- Video report by ITV News Royal editor Chris Ship
The Duke and Duchess of Sussex have made their final official appearance as senior royals at the Commonwealth Day service at Westminster Abbey.
It was their final public royal duty before they step back as senior royals and cease to be official working members of the family firm.
As their final official duty as senior royals came to an end, the couple held hands as they walked towards their car before they were driven swiftly away.
The Sussexes gathered with the monarch, the Prince of Wales, the Duchess of Cornwall and the Duke and Duchess of Cambridge in the central London church.
Though - unlike previous years - Harry and Meghan were not be part of the Queen's procession through Westminster Abbey at the start of the service.
The couple were instead conducted to their seats - rather than waiting for the Queen's arrival.
- Prince Charles appeared to pull out of a handshake as he arrived at the service:
When Meghan and Harry first arrived they were greeted by the Dean of Westminster and the Very Reverend Dr David Hoyle.
The couple met a group of dignitaries including Boris Johnson and the Commonwealth's secretary-general Baroness Scotland.
No-one shook hands as they greeted each other - it is understood the Queen and other senior royals were following the protocol the Abbey has been operating under during the past few days amid the coronavirus outbreak.
Meghan was seen to mouth "hi" and give a small wave to William and Kate, followed by a "hello", as the Cambridges took their seats in the High Altar in the row in front of the Sussexes.
Harry also said "hello" and smiled at his brother.
From March 31, the Sussexes will no longer use their HRH styles as they pursue a new life of personal and financial freedom, mostly in North America.
The couple's goodbye tour - a flurry of appearances in the UK - has including the Endeavour Fund Awards and a military musical festival at the Royal Albert Hall.
On March 31, the couple will bow out of royal life just one year, 10 months and 12 days after the pair were married.
Their final event - the Commonwealth Service - is a key annual event in the calendar for the Queen who is head of the Commonwealth.
This year's ceremony, however, holds further significance for being Harry and Meghan's royal swansong.
On Friday, Meghan had an eventful visit to a school in Dagenham, east London, to celebrate International Women's Day.
One student, 16-year-old Aker Okoye, joined Meghan onstage and joked: "She really is beautiful, innit," prompting laughter from both his classmates and the former Suits actor and model.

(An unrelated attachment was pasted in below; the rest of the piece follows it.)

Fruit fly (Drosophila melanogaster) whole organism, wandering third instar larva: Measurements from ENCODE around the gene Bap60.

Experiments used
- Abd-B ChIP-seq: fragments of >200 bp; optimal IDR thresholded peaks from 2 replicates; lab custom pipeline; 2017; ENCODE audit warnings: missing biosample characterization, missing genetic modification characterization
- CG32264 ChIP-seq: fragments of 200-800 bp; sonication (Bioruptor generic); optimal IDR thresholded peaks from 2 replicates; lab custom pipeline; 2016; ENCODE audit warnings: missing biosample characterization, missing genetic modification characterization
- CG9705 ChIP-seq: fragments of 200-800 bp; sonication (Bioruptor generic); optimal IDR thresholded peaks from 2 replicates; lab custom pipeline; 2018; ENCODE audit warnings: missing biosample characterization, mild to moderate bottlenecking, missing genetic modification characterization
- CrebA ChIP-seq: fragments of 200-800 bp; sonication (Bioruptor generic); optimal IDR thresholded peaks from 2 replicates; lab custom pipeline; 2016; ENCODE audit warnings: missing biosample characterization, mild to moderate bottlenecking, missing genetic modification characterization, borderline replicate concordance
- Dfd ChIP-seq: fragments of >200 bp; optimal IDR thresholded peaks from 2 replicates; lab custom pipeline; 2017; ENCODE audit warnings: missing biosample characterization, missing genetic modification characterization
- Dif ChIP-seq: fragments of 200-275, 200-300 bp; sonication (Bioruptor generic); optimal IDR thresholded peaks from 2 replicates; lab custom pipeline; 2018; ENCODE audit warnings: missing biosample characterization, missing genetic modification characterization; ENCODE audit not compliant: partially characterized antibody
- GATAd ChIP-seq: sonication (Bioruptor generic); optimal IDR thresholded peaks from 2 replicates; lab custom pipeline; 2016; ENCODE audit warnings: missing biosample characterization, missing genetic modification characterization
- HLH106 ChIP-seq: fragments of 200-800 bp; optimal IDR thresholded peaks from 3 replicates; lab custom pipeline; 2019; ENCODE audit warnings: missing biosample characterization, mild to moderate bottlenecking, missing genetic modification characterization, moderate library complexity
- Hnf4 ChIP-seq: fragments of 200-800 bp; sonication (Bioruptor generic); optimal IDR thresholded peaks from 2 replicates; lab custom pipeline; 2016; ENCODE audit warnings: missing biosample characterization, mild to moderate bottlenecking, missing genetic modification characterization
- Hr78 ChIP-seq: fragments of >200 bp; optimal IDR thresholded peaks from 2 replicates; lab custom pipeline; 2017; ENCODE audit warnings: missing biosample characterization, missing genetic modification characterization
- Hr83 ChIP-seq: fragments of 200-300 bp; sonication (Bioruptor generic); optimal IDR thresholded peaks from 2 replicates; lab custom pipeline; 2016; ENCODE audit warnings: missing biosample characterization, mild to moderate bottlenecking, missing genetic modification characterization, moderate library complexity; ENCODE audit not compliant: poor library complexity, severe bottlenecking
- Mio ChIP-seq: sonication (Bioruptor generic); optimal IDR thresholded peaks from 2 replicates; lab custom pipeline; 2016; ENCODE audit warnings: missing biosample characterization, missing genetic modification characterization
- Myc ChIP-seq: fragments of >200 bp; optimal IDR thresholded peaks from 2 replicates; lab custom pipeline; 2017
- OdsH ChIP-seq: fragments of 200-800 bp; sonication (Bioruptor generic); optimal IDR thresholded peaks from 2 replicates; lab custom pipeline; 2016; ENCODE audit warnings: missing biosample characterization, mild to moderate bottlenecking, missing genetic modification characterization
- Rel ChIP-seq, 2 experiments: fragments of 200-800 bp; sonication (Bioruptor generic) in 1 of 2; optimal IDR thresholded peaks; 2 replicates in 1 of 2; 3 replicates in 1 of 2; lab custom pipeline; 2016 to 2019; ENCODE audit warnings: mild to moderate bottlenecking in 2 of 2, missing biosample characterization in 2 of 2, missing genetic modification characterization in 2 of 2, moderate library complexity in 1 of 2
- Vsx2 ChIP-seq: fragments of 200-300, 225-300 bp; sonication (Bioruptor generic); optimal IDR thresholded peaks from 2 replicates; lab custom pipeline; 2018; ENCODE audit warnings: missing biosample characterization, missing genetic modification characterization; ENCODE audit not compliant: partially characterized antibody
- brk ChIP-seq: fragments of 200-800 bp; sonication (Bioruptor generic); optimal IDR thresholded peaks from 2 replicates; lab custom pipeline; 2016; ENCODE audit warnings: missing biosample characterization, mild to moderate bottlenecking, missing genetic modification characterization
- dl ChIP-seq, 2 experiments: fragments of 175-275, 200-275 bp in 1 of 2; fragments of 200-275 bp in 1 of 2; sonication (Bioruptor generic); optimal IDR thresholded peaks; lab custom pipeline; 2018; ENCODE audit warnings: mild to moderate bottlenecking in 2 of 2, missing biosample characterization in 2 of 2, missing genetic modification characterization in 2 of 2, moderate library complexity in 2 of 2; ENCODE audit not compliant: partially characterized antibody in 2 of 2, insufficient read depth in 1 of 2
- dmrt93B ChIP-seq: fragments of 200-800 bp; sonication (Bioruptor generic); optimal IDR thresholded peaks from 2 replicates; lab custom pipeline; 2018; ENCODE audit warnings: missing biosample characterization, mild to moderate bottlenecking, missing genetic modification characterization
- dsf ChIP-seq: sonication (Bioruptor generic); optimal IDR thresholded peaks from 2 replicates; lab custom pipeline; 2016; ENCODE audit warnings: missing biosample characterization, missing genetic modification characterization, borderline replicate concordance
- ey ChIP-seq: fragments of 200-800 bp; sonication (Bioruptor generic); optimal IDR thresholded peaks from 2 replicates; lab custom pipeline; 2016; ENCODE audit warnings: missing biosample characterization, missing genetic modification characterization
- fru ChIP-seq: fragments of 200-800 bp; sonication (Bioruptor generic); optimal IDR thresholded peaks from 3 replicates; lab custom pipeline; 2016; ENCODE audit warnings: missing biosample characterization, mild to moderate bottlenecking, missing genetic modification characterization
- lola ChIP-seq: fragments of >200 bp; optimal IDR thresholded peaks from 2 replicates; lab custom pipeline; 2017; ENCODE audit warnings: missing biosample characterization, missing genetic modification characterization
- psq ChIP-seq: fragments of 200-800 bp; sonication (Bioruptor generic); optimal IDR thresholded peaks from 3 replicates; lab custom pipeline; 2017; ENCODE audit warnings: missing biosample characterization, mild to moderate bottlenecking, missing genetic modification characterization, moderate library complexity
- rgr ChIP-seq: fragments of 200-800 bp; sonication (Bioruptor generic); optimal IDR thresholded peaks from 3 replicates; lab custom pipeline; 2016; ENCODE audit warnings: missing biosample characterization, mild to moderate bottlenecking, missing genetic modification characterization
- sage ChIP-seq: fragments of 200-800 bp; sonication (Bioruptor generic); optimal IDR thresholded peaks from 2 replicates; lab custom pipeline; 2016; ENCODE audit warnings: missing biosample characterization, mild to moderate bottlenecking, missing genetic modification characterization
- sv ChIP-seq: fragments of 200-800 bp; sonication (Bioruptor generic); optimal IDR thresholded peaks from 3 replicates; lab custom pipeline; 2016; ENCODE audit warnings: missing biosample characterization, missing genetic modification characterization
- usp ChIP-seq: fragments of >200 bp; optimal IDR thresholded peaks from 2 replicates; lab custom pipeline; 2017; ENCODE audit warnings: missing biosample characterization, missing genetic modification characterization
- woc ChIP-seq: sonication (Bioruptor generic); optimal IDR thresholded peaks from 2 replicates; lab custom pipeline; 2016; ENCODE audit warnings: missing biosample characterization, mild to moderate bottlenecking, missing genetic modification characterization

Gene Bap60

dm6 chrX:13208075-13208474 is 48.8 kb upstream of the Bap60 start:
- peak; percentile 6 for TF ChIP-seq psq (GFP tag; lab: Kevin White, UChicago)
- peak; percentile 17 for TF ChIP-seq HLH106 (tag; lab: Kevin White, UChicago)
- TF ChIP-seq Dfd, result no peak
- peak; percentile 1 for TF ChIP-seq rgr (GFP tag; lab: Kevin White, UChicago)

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Monday's Commonwealth Service was the first time the Duke and Duchess have appeared in public with the royal family since their bombshell "Megxit" announcement in January.
Tradition dictates that Harry, who is not a future king, sits with Meghan in the second row of seats behind the Queen, Charles, Camilla, William and Kate during the service.
Prince Andrew, the Duke of York, was at the service in 2019 - accompanying the Queen as she arrived.
He was absent this year, having stepped down from public life following his disastrous Newsnight appearance over his friendship with convicted sex offender Jeffrey Epstein.
The Queen in her Commonwealth Day message praised the diversity of the family of nations whose blend of traditions "serves to make us stronger".
In her annual message, the head of state highlighted how global connectivity makes people aware their "choices and actions" can affect the "well-being of people and communities living far away".
International boxing champion and Olympic gold medallist Anthony Joshua delivered a reflection at the service.
The world heavyweight champion spoke eloquently about his Nigerian and British heritage and how his background reflected many in the Commonwealth.
Alexandra Burke performed a rendition of Ain't No Mountain at the service, Meghan later hugged the singer as they were introduced at the end of the service.
Ahead of their wedding, Harry and Meghan highlighted the Commonwealth as a priority for their royal duties.
Harry said: "Both of us have passions for wanting to make change, change for good, and with lots of young people running around the Commonwealth, that's where we’re going to spend most of our time hopefully."
Stepping down as a working royal means Harry must leave his role as Commonwealth Youth Ambassador.
He will remain president of the Queen's Commonwealth Trust and Meghan will still be the Trust's vice-president.
As the Sussexes made their way out of the Great West Door after Monday's service, the duchess crouched down to chat to the children who were handing out bouquets to the royal women.